Simon, a Cyrenian
Who was this man? His name was Simon. The name means, “hearkening and obedient.” None will ever bear the cross of Christ except those who hearken to his voice and are obedient to his call who are made to hear his voice and obey his will.
This man, Simon, was a Cyrenian, a native of Cyrene, an African, a black man. He was probably a Jewish proselyte who had come up to Jerusalem to observe the passover.
Luke tells us that he was “coming up out of the country.” Mark tells us that he was simply passing by. Apparently, he found no place in the city of Jerusalem in which he was welcome to lodge; either because there were no vacancies in the inns or because there were no vacancies for a black man. Whatever the case, he found a place of lodging in one of the country villages. As he was walking into Jerusalem for the passover, he passed by the angry mob of blood-thirsty people, leading the Lord Jesus up to Calvary to crucify him. When the soldiers saw him pass by, Luke tells us, “they laid hold on him…and on him they laid the cross, that he might bear it after Jesus.” Both Matthew and Mark tell us that him they “compelled to bear his cross.”
That word, “compelled,” means “forced into service” or, more precisely, “forced into royal service.” Being soldiers with royal authority, they had absolute power to force this man into Caesar’s service. They could force him to bear the cross on his back. But there was another King who graciously forced him to carry the Savior’s cross in his heart willingly and follow him. And that King is the Savior whose cross he was forced to carry.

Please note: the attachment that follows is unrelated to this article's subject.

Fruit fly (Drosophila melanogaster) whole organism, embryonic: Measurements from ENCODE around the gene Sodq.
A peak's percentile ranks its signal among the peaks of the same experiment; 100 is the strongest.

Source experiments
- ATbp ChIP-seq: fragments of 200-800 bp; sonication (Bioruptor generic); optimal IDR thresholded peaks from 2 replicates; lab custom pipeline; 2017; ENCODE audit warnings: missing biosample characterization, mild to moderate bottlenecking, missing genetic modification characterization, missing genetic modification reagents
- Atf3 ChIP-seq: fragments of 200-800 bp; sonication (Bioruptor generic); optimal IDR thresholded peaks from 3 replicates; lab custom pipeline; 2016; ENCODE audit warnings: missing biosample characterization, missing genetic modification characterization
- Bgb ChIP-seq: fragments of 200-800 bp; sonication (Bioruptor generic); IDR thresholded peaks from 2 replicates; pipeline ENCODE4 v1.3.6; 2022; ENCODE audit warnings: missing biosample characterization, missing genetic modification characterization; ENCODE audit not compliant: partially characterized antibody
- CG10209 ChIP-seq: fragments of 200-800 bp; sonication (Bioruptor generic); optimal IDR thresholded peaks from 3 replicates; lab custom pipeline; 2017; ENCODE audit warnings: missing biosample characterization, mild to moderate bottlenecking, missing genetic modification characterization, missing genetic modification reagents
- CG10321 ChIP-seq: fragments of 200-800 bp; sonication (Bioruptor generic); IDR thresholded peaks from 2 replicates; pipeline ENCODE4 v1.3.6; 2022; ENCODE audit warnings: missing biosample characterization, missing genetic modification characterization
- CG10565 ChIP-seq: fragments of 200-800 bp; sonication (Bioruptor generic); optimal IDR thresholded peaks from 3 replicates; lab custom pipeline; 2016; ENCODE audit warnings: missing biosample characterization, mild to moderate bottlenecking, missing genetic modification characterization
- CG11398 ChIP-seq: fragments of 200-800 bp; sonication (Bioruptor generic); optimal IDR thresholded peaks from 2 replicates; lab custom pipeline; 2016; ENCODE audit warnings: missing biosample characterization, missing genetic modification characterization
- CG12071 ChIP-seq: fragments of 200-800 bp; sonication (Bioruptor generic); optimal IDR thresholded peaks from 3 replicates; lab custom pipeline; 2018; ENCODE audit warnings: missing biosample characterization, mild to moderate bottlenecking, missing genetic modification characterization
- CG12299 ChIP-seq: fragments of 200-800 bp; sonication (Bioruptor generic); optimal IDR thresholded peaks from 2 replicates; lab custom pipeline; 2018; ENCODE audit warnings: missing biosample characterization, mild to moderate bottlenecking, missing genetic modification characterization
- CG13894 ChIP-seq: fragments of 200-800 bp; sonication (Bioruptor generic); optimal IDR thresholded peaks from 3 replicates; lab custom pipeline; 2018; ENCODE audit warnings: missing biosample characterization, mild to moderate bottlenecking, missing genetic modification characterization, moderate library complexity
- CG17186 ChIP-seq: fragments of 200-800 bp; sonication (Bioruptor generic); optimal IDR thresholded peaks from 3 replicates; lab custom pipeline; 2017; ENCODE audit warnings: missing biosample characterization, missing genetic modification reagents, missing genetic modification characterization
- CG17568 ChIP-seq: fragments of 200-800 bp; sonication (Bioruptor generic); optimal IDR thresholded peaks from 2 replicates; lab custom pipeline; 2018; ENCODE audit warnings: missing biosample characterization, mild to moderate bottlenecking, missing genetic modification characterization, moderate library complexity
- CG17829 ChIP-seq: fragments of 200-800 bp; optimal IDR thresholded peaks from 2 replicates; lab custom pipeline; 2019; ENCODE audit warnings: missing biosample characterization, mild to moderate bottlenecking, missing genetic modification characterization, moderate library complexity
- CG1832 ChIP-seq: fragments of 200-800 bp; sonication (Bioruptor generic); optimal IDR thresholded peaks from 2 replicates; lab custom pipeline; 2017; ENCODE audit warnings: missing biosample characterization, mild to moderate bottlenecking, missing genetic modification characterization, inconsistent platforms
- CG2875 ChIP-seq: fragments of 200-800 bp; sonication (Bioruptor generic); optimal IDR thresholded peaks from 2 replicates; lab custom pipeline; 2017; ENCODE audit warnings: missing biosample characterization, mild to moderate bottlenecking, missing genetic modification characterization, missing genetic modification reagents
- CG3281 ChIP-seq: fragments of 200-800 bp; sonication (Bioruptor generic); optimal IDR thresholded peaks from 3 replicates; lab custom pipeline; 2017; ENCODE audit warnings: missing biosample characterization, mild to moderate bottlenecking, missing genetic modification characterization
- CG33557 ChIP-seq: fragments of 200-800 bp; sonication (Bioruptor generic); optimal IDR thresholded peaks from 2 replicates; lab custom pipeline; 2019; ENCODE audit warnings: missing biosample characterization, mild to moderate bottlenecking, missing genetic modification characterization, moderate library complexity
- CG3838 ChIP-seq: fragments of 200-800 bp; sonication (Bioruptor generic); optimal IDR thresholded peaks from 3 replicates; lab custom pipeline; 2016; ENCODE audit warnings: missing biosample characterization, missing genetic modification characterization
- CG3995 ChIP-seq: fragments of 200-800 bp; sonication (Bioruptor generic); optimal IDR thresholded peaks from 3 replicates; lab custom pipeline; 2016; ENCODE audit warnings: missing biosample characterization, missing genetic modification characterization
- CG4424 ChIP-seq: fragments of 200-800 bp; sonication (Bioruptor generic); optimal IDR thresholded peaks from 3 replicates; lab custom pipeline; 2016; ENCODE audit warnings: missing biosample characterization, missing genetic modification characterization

Lest anyone imagine that I am stretching the intent of God the Holy Spirit in the records given by Matthew, Mark and Luke, I want you to see clearly that this man, Simon the Cyrenian, as he was forced by the soldiers, was made willing in the day of Christ’s great power to take up the cross and follow Christ by faith.
In Acts 13:1, Simon of Cyrene, who was called “Niger” (black), is named as one of the teachers in the church at Antioch. Mark tells us that he was the father of two sons who became eminent men in the early church, Alexander and Rufus. Alexander is named as one of those who were with Paul during the uproar at Ephesus (Acts 19:33). And Rufus is mention by Paul in the last chapter of Romans along with his mother (Rom. 16:13) as those who were named among the elect, chosen of God and beloved. There can be little doubt that it was their father, Simon, who taught them the gospel. What a delightful picture! What a rare blessing! Seldom does a man see his whole family converted by the grace of God; but Simon the Cyrenian did. How his heart must have rejoiced when he saw first his wife and then one son, and then another confessing Christ. How he must have beamed with joy and praise, as he observed them bearing the cross and following Christ in the way!